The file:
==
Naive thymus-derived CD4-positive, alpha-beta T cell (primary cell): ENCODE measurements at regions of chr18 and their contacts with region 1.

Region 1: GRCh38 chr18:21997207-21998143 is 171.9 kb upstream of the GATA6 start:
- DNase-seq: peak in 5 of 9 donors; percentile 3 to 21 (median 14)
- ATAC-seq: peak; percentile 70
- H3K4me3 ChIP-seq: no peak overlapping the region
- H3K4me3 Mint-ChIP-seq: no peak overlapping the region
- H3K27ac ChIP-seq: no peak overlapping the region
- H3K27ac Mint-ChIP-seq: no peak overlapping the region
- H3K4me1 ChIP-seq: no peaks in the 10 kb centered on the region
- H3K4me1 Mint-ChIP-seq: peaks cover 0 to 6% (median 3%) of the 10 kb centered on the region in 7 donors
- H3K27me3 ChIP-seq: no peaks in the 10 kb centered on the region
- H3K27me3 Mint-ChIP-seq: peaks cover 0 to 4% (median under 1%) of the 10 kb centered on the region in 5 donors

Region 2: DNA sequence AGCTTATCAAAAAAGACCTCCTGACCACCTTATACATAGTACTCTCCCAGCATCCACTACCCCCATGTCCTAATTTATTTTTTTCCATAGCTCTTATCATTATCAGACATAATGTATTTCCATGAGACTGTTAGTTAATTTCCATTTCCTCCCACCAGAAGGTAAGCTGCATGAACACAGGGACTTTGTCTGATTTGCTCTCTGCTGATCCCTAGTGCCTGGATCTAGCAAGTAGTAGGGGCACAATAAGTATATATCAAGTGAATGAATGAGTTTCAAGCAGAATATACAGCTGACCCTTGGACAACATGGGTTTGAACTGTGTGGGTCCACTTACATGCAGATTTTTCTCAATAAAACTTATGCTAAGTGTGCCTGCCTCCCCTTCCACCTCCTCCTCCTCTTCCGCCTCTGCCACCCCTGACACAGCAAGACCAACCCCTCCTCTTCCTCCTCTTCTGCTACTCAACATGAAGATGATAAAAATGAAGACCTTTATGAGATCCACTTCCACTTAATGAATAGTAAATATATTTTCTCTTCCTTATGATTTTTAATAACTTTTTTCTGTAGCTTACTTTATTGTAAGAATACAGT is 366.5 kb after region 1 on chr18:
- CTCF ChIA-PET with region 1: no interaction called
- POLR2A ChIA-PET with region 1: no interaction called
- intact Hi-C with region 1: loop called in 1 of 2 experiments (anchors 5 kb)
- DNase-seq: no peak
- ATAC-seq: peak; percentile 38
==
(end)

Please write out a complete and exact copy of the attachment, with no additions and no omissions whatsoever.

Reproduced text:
Naive thymus-derived CD4-positive, alpha-beta T cell (primary cell): ENCODE measurements at regions of chr18 and their contacts with region 1.

Region 1: GRCh38 chr18:21997207-21998143 is 171.9 kb upstream of the GATA6 start:
- DNase-seq: peak in 5 of 9 donors; percentile 3 to 21 (median 14)
- ATAC-seq: peak; percentile 70
- H3K4me3 ChIP-seq: no peak overlapping the region
- H3K4me3 Mint-ChIP-seq: no peak overlapping the region
- H3K27ac ChIP-seq: no peak overlapping the region
- H3K27ac Mint-ChIP-seq: no peak overlapping the region
- H3K4me1 ChIP-seq: no peaks in the 10 kb centered on the region
- H3K4me1 Mint-ChIP-seq: peaks cover 0 to 6% (median 3%) of the 10 kb centered on the region in 7 donors
- H3K27me3 ChIP-seq: no peaks in the 10 kb centered on the region
- H3K27me3 Mint-ChIP-seq: peaks cover 0 to 4% (median under 1%) of the 10 kb centered on the region in 5 donors

Region 2: DNA sequence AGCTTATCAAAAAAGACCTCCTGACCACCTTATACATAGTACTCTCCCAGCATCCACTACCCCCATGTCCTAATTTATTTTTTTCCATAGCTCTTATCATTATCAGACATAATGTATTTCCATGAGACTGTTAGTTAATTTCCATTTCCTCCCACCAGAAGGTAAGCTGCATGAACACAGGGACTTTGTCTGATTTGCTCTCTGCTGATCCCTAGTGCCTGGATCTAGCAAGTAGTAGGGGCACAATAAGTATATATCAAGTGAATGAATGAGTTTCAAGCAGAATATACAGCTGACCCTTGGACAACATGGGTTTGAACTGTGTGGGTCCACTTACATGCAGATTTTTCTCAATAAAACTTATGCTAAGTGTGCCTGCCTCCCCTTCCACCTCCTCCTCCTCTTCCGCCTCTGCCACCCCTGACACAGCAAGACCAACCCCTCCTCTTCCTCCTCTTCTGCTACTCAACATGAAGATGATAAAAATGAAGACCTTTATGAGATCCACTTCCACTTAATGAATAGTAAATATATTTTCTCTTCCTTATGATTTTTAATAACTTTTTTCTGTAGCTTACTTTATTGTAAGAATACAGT is 366.5 kb after region 1 on chr18:
- CTCF ChIA-PET with region 1: no interaction called
- POLR2A ChIA-PET with region 1: no interaction called
- intact Hi-C with region 1: loop called in 1 of 2 experiments (anchors 5 kb)
- DNase-seq: no peak
- ATAC-seq: peak; percentile 38